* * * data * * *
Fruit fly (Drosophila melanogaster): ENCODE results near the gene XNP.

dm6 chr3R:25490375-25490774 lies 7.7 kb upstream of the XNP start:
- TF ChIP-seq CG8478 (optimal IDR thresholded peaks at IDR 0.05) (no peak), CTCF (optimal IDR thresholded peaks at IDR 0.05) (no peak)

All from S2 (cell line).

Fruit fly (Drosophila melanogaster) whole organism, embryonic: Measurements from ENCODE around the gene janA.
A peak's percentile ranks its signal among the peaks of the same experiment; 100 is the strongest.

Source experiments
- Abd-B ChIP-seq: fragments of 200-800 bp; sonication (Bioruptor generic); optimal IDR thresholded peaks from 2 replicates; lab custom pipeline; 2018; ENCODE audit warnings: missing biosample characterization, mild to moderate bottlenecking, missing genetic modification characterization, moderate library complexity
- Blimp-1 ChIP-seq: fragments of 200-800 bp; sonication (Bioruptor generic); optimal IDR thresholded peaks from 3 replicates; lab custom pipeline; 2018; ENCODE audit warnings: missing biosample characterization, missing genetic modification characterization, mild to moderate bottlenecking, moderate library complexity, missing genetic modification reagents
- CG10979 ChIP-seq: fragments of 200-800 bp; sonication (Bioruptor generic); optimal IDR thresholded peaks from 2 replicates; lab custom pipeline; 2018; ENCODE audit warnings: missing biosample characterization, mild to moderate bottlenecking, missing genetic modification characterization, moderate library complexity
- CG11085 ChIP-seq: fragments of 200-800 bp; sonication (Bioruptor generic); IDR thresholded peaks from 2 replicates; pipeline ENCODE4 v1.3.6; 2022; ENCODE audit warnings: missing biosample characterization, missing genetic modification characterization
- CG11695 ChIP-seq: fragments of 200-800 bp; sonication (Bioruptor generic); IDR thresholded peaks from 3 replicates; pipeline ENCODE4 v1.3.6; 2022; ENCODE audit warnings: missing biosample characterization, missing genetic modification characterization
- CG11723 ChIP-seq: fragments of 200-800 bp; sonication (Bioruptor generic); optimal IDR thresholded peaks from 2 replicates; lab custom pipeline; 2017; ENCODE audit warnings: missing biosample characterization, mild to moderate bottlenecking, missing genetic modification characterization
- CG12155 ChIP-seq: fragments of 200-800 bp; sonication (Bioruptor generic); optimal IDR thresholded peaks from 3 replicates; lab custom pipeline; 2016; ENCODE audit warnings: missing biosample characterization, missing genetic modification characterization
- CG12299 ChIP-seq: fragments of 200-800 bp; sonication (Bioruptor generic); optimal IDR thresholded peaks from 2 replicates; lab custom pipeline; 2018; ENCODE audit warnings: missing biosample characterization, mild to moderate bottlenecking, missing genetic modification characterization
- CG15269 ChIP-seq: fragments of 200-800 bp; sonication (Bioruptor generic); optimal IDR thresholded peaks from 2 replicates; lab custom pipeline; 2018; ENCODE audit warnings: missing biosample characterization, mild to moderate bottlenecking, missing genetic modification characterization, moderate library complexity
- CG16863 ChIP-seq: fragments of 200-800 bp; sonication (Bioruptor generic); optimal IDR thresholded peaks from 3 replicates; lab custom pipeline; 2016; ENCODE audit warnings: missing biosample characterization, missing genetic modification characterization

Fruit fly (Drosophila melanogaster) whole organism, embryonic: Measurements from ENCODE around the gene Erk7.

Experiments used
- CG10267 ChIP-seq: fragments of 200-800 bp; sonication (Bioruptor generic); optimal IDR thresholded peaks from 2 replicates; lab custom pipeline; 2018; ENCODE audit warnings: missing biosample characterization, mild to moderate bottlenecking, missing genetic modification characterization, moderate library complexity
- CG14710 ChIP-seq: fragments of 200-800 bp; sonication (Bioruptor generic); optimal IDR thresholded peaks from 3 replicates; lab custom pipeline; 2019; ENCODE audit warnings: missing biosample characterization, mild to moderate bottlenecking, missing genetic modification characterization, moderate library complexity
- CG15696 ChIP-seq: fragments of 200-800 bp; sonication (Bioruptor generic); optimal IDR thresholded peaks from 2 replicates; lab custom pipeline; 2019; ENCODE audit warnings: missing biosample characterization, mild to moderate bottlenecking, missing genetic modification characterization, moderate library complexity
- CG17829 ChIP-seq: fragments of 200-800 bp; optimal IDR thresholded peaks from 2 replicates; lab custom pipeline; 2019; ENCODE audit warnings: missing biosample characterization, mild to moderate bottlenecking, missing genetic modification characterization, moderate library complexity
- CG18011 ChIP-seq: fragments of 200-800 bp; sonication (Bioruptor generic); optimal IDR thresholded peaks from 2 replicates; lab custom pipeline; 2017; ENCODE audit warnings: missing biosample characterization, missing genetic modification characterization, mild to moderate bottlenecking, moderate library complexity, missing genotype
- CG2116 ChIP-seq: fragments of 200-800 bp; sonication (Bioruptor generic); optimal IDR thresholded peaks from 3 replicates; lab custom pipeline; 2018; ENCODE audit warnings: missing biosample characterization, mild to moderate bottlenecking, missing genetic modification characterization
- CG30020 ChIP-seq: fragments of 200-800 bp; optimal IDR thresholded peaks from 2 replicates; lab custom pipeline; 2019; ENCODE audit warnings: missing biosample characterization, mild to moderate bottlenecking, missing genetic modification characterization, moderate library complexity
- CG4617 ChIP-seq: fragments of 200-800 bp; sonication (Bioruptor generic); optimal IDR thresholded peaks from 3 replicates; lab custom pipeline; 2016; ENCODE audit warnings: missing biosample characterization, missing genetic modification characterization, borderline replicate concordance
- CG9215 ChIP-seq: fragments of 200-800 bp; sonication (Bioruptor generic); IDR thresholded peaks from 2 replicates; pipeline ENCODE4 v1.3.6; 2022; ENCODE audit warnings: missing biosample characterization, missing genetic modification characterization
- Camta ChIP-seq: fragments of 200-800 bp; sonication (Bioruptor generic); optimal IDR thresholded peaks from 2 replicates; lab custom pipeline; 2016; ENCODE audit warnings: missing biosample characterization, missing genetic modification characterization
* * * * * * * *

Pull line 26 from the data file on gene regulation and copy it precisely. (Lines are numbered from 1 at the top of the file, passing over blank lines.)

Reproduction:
- CG30020 ChIP-seq: fragments of 200-800 bp; optimal IDR thresholded peaks from 2 replicates; lab custom pipeline; 2019; ENCODE audit warnings: missing biosample characterization, mild to moderate bottlenecking, missing genetic modification characterization, moderate library complexity